When the oil markets boomed in 2010, oil production in Uintah County more than doubled, increasing 103 percent. This increased the number of oil service companies in the county and contributed economically to a county already experiencing growth in natural gas development. New, unique, and unconventional resources in oil shale and tar sand projects were in development. Jobs were plentiful and the outlook was positive.
Deflating natural gas prices in 2014 and 2015 decreased production, while dropping oil prices significantly reduced development by most conventional and unconventional oil producers. Well-servicing and drilling companies experienced the most immediate impacts, resulting in job losses and reduced workloads. However, many producing companies continue to maintain some level of production and have positioned themselves to handle low prices.
Uintah County is home to the vast majority of oil shale and tar sands in Utah. The estimated 92 billion barrels of recoverable oil from these two resources is a great potential boon for Uintah County. These resources are mined, not pumped or extracted like traditional oil wells. Traditionally, these types of facilities maintain some level of operation through price changes, which increases employment stability.
MCW Energy Group is currently operating a small tar sand oil recovery operation on Asphalt Ridge, just west of Vernal. U.S. Oil Sands is planning on starting their mining operation located south of Vernal in the Book Cliffs by the end of 2015. With an estimated 15 billion barrels of recoverable oil from tar sands, these companies could be the beginning of largescale tar sand development in the state.
If these tar sand mines expand, it could greatly increase economic stability in the area. These operations can typically vary the intensity of their operations to a degree, but shutting down is often cost prohibitive. Even when prices slump they will likely continue developing the resource, leaving jobs in place.
Under Uintah County lies the Green River rock formation with 77 billion barrels of recoverable oil. The thickest, most resource-concentrated sections of oil shale deposits are in Uintah County. Enefit and RedLeaf Resources both took significant strides towards production through 2014, but low prices have slowed their development significantly. TomCo Energy is new to the region as of 2014; they own leases but are waiting until oil prices rise to continue the permitting and facility development process.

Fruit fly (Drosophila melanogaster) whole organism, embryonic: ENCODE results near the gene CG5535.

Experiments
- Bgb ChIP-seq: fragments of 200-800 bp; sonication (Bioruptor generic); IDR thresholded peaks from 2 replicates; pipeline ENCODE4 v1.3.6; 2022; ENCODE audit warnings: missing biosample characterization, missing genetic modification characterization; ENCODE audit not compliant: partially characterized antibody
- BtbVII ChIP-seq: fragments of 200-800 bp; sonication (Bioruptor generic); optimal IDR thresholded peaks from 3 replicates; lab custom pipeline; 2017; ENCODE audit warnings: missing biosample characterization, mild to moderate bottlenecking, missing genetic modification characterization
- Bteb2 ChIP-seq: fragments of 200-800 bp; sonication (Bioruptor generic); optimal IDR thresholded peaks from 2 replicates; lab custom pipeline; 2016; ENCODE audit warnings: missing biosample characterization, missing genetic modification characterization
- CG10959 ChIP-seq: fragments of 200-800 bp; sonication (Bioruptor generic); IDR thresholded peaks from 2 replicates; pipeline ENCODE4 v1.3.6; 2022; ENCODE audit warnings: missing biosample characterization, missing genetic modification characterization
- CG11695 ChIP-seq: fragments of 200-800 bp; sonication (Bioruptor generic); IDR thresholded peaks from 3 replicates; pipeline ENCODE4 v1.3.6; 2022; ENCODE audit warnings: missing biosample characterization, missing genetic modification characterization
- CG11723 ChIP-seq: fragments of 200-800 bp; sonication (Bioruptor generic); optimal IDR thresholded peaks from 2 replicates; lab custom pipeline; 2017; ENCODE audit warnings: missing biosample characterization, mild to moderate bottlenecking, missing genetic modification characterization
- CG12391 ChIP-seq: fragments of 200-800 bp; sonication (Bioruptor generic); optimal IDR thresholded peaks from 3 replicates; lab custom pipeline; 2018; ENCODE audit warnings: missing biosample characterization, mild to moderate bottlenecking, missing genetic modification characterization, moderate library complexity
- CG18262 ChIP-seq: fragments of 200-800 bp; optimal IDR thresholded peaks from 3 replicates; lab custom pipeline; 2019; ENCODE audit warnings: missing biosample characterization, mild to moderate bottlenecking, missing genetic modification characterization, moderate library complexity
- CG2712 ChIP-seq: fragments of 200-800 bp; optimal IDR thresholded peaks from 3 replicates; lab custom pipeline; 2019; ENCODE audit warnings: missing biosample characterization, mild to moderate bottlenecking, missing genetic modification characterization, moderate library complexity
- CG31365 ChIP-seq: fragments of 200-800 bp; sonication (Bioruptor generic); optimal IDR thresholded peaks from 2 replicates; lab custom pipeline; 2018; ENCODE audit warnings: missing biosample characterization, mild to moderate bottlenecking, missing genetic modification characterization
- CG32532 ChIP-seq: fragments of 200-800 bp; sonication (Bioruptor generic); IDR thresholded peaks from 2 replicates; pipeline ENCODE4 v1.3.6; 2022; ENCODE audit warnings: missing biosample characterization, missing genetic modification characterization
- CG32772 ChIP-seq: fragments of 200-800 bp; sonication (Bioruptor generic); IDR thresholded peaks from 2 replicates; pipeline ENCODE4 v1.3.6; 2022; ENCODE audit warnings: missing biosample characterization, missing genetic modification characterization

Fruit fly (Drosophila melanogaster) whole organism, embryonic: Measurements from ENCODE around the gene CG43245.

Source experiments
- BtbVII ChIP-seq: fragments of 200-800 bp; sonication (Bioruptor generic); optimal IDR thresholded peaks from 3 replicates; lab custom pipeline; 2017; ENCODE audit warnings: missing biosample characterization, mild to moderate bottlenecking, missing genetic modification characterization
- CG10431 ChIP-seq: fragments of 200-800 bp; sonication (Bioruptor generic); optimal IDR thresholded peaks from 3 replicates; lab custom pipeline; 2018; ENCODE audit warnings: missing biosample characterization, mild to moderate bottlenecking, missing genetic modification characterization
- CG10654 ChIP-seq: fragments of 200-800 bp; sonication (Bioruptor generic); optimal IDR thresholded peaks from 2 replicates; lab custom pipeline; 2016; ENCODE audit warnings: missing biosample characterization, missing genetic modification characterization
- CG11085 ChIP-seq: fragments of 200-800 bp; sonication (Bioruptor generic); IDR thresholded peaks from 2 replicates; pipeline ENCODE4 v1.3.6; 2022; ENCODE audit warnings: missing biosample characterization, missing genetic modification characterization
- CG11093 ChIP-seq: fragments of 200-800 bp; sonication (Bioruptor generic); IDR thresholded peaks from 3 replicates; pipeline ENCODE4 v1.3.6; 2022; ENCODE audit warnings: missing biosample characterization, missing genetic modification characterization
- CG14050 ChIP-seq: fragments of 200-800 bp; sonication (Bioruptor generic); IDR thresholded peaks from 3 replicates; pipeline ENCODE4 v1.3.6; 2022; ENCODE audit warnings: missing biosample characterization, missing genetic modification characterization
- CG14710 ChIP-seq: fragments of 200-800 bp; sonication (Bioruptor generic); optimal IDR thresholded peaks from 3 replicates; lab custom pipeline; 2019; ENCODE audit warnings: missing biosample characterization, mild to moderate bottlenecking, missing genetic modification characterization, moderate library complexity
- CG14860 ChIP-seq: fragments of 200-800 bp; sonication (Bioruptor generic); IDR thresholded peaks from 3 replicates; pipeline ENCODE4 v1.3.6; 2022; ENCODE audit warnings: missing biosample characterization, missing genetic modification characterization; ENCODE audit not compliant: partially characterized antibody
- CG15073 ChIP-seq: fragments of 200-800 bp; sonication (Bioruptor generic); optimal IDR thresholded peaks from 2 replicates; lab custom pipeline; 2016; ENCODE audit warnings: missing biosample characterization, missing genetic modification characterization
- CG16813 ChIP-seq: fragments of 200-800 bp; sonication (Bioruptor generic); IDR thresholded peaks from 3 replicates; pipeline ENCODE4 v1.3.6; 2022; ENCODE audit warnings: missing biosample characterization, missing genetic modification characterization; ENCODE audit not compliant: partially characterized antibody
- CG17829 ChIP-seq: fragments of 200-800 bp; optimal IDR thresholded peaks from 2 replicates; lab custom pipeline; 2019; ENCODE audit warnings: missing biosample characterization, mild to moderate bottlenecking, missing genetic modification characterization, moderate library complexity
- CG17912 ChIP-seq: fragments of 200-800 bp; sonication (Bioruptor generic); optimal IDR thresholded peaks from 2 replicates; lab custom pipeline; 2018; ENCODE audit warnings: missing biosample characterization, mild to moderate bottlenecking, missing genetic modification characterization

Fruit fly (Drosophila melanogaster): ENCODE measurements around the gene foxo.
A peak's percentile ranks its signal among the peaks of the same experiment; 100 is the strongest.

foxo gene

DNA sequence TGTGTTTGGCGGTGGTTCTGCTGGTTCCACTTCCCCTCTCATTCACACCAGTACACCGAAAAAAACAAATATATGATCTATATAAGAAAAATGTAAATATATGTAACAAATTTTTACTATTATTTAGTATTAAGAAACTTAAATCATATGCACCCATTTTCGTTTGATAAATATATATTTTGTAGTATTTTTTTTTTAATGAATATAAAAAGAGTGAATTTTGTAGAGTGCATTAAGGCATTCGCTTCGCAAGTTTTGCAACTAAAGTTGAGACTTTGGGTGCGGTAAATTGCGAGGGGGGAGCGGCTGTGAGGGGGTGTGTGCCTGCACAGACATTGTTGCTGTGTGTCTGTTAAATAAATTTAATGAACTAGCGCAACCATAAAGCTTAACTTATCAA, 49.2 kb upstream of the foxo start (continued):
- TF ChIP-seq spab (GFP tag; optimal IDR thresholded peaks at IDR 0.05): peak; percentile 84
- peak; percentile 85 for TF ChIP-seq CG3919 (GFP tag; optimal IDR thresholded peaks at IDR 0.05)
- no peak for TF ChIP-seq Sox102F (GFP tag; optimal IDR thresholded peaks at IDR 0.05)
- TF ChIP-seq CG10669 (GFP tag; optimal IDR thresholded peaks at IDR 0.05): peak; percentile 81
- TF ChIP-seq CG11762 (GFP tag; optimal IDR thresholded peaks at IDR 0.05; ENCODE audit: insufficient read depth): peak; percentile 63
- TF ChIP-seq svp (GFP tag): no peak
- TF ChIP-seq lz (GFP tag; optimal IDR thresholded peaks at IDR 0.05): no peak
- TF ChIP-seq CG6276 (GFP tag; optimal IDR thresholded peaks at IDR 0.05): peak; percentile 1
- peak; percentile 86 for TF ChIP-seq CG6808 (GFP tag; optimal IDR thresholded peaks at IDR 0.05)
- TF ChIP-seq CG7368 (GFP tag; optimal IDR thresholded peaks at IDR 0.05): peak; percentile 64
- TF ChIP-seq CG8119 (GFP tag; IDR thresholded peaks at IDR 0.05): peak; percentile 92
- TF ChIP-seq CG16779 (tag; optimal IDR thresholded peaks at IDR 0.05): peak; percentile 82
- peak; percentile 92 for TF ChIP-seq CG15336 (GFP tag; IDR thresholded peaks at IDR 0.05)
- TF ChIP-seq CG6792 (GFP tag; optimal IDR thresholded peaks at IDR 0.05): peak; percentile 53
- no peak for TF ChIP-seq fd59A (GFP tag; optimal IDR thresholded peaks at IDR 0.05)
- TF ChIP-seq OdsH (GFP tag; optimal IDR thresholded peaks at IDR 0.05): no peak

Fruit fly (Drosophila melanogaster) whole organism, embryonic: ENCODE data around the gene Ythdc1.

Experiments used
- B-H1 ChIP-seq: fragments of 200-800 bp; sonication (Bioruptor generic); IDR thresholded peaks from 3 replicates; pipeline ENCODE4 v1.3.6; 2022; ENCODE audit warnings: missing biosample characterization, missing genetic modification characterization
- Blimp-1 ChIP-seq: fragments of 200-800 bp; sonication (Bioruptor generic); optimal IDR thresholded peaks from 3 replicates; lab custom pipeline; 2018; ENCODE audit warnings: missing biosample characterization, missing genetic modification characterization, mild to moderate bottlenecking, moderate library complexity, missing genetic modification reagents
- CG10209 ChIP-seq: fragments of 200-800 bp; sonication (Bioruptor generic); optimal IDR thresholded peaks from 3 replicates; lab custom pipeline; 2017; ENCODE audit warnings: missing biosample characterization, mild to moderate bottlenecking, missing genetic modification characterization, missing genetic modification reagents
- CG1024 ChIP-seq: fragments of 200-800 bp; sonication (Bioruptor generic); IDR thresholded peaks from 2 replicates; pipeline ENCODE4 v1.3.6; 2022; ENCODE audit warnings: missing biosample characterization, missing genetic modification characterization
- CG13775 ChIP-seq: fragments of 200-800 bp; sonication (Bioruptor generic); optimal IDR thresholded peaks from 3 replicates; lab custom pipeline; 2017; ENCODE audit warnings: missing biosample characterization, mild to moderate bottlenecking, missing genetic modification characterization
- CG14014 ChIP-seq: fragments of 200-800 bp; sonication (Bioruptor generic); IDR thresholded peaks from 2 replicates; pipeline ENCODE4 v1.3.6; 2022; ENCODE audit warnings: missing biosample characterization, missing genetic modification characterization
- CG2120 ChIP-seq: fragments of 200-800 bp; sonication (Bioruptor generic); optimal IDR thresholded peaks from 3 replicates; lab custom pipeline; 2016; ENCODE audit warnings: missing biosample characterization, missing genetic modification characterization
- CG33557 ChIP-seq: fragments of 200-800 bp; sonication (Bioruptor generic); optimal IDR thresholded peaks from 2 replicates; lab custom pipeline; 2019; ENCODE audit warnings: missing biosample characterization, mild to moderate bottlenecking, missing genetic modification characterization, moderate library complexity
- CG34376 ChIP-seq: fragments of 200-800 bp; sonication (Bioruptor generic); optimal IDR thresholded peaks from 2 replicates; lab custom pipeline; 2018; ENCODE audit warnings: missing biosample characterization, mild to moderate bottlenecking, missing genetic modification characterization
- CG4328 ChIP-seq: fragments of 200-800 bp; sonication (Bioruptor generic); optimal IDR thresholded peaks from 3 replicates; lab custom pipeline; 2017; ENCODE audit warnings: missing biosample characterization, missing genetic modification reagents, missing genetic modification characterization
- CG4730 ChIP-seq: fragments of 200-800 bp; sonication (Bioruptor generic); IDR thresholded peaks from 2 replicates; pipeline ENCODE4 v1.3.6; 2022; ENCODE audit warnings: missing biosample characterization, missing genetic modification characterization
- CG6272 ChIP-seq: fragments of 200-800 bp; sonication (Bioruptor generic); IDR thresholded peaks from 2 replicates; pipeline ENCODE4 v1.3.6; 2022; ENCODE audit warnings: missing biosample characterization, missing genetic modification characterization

Natural Gas Production
Uintah County accounted for 69.3 percent of Utah’s natural gas production in 2013, maintaining their rank as the number one natural gas producing county in Utah. These abundant gas resources diversify Uintah County’s employment and government revenue streams, limiting the impact of low oil prices.
Commercial hub Uintah Basin
Since the Vernal Walmart was completed in December 1990, Vernal has steadily increased its commercial presence in the region and has become the shopping hub for most Basin communities. Today, most major chain stores in the region have locations in Vernal and essentially all personal services are available in Vernal. This increases revenues for the county and city, and has attracted significant population growth. This growth buffers the impact of low oil prices on public finances by diversifying revenue streams and providing additional employment.
Development on Federal Lands
Uintah County’s has 14 percent more federal land than Duchesne County; tribal lands make up 16 percent of the county compared with Duchesne’s almost 20 percent. This has resulted in increased development on federal lands compared to Duchesne County. As a result, Uintah County has less development on private and tribal lands, which lessens the impact of oil and gas development on paved municipal and county roads—much of the oil development occurs away from populated areas and private lands.
Dinosaur national Monument & Tourism
250,000 tourists visited Dinosaur National Monument in 2014, and thousands of tourists rafted the Green River in eastern Uintah County. These and other tourist attractions, like renowned mountain-biking trails, attract a large number of visitors to Uintah County, particularly in summer months. While not the main economic driver, the number of tourists add to Uintah County’s economic diversity and increase possibilities for future economic development.
Uintah County receives significantly more mineral lease funds through the state than Duchesne County as a direct result of a higher percentage of oil and gas development occurring on federal lands. Being the regional shopping hub also increases Uintah County communities’ sales tax revenues, and the natural gas resources significantly add to Uintah County’s revenues.
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